Metal dominates the ''Billboard'' chart -- A noir retelling of how heavy metal took over the charts

By David Browne
Updated July 19, 1991 at 04:00 AM EDT

I was cooling my heels in my office late one night, tossing back gin and wondering what case the music business would throw my way next. I was antsy — it had been a while since my last order for a knuckle sandwich to go.

Suddenly there was a knock on the door. In walked a gorgeous dame with a Walkman, wild black hair, and a complexion that would make Casper the Friendly Ghost look healthy. I placed her right away: She came from the artsy part of town where the alternative-rock crowd hangs out. I just glanced up and continued polishing my gat.

”Are you the private dick?” she said. ”I need your help. Look at this.” She tossed the latest Billboard on my desk. Van Halen’s For Unlawful Carnal Knowledge had premiered at No. 1, just a week after Skid Row’s second record, Slave to the Grind, had done the same. Then she pointed to all the raunchy slabs on the charts — Extreme, Alice in Chains, Queensrÿche, Scorpions, AC/DC. ”Enough metal for a shipyard,” I quipped.

”Someone like Morrissey writes such thoughtful songs about finding our place in this insensitive world, and these metal guys nearly bump him right off the charts,” she said. ”The hard-rock gang owned this town around ’89. I thought they went away, but now they’re back. I need the inside poop. And I hear you’re the best.”

I said okay, but I already knew the answers; they came fast and easy, just like counterfeit tapes on the street. I’d been talking with Billboard chart analyst Paul Grein, who said the magazine’s new method of tallying sales meant that hot new albums would debut much higher on the charts. And metalheads scoop records up fast, especially those by gonzo warlords like Van Halen, who haven’t released a new Frisbee since Bonzo was President, or young honchos like Skid Row, once considered tough-guy posers but now being taken seriously, especially since they’re touring with Guns N’ Roses.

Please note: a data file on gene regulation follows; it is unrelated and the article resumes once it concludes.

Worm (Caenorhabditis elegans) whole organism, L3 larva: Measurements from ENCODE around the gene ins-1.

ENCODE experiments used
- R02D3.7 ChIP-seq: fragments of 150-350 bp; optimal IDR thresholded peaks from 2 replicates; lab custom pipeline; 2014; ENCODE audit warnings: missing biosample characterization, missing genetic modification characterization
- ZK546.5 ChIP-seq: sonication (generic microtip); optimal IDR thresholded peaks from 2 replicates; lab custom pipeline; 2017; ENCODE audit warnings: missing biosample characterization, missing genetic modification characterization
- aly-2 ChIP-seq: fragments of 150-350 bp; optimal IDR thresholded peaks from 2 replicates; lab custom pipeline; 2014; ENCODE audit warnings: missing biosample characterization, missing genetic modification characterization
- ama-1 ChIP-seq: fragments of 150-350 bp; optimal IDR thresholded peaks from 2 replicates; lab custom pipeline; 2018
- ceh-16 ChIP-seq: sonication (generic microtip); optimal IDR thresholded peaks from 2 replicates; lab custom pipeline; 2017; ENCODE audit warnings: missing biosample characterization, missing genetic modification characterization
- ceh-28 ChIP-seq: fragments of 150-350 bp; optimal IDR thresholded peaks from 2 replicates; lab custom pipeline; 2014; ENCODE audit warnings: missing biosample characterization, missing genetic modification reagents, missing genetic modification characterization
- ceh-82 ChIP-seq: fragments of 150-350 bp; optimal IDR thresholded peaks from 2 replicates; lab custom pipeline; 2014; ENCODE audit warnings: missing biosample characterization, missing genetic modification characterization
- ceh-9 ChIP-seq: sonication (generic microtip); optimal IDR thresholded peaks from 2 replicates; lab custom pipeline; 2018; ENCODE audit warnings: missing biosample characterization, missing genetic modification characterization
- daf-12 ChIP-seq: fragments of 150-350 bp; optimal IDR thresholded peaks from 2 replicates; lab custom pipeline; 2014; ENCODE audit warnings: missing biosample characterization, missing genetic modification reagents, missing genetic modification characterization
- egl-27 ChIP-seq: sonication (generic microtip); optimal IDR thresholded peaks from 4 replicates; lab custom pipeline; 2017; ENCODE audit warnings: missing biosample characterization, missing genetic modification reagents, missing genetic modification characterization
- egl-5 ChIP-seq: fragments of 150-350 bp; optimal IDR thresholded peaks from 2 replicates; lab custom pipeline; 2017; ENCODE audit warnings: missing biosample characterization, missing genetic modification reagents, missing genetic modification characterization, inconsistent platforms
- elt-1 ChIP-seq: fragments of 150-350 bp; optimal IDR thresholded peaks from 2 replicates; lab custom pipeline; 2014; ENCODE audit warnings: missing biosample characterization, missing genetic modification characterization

”Here’s the scam, dollface,” I said. ”Face it. Kids want music that’s tough and loud. There are a lot of those kids out there, and they’re not going away. The new Billboard charts are just reflecting that. Why isn’t Morrissey mining platinum? Maybe his hair’s too short.”

Miss Dreamboat harrumphed and turned to leave; as she walked out of my life, I saw the Smiths’ logo on the back of her T-shirt. Under my breath, I muttered good luck to her and all the kids like her in this crazy town looking for solace amid jangly guitars and soul-searching lyrics. As the night grew black as vinyl, I poured another shot.